1. jokin's Avatar
      jokin -
      Quote Originally Posted by ashburyjohn View Post
      Terry Ryan's career dates back earlier than 2013, ditto others who will be involved in making such a decision. They are capable of deciding each case on its own merits, IMO, and don't dart back and forth based on the most recent experience they've had. If they decide to bring Buxton up despite what happened to Hicks when they tried it, it will be because Buxton the human being isn't Hicks the human being.

      Exactly right----SIOW---- Buxton isn't Hicks!
    1. jokin's Avatar
      jokin -
      Quote Originally Posted by tobi0040 View Post
      The Trout comps are really exciting, but they make me squirm at the same time.

      Trout went 30-50 and 30-30 at 20 and 21. OPS of .963 and .988. Buxton has only 17 HR in almost 800 PA's. Looks to be a great player but the comp with one of the best seasons ever by a player that age is probably not realistic and setting is up for dissapointment.
      I'm not suggesting duplicate production numbers. I think we'll be happy with whatever he ends up bringing to the table from the leadoff position and his sensational play will leave us with few moments of disappointment.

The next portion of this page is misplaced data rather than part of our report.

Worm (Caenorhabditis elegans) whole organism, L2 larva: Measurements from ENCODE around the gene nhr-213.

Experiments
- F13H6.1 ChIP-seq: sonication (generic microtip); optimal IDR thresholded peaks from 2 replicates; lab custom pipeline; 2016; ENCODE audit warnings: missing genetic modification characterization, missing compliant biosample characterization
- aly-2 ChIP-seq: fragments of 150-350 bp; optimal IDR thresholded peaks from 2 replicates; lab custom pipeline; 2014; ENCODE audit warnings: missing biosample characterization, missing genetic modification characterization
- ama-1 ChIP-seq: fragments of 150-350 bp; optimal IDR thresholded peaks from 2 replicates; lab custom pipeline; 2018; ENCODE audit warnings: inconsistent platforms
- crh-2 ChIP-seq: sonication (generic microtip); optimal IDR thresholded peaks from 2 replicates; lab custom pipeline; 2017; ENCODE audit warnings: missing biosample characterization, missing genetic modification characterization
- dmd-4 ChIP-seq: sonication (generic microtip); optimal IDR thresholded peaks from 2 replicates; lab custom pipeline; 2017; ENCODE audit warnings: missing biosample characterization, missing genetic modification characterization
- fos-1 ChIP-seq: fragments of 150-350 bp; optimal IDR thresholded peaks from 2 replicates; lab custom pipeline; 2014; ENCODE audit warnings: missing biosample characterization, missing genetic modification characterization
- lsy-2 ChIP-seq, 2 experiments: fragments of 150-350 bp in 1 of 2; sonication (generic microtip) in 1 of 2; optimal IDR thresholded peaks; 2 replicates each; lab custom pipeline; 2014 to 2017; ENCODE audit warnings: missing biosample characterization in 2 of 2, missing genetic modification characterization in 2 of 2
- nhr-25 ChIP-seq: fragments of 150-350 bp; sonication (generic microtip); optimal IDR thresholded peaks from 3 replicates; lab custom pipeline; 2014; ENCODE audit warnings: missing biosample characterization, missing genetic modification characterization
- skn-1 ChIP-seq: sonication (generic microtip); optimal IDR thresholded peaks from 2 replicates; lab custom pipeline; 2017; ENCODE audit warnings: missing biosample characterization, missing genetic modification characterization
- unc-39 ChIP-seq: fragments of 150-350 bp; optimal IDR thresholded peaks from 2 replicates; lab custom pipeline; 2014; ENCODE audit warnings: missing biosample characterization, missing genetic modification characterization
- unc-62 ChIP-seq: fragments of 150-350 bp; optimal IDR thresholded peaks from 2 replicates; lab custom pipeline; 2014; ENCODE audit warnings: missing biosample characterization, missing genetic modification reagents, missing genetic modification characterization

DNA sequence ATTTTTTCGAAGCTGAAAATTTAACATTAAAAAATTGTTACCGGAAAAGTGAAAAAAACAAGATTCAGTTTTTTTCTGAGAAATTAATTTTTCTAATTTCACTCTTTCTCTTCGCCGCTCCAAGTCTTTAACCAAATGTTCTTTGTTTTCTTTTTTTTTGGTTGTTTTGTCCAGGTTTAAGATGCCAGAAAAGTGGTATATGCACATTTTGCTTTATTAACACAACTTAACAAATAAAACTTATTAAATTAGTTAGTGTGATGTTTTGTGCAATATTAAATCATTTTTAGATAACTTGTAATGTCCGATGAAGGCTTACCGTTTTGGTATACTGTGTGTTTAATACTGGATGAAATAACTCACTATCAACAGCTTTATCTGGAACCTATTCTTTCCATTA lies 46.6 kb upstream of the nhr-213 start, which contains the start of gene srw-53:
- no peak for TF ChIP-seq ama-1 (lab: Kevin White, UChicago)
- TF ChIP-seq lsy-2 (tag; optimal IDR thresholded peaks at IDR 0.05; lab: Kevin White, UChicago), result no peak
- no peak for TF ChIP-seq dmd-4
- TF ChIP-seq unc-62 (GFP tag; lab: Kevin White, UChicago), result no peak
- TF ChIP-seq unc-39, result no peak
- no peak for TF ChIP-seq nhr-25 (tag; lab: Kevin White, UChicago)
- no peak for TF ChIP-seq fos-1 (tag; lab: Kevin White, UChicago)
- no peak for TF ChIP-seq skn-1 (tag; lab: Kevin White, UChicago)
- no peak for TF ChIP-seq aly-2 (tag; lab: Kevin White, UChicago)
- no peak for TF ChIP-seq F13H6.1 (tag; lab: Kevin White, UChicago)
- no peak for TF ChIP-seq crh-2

Comparing and contrasting the two, Buxton will clearly be a better defender. Trout will hit with more power. Buxton might get his high OPS numbers from his higher OBP and a high SLG from stretching singles into doubles and doubles into triples. But it's also important to consider- Trout has significantly strengthened his body over the last couple years.....who knows what Buck will be capable of when he weighs 225 (anyone remember skinny Torii and skinny Puck)?
    1. richardkr34's Avatar
      richardkr34 -
      Quote Originally Posted by tobi0040 View Post
      The Trout comps are really exciting, but they make me squirm at the same time.

      Trout went 30-50 and 30-30 at 20 and 21. OPS of .963 and .988. Buxton has only 17 HR in almost 800 PA's. Looks to be a great player but the comp with one of the best seasons ever by a player that age is probably not realistic and setting is up for dissapointment.

      Trout had 23 HRs in 1,117 AB during his minor league run.

      As far as scouting goes, from what I've heard is this: Buxton has more speed, a better glove, and a much better arm. Does he have the "feel" at the plate? That's what this year will answer.
    1. DocBauer's Avatar
      DocBauer -
      Comparisons are fun and natural. They also get carried away at times. No matter how great a young talent may show, and end up being, each person/player is different to their own right.

      The Kirby Puckett we all know, love and remember is not the fleet, base stealing lead off CF he was early on.

      Give Buxton his time, and then give him his due. He may be Mays/Griffey part 2, or he may be a better Ricky Henderson. This year, next, or a season and a half from now. Any way, the future looks awesome.
    1. richardkr34's Avatar
      richardkr34 -
      Until the Twins have the next Clu Haywood in their system, I will not be satisfied.
    1. tobi0040's Avatar
      tobi0040 -
      Quote Originally Posted by richardkr34 View Post
      Until the Twins have the next Clu Haywood in their system, I will not be satisfied.
      any and all Major League references are appreciated.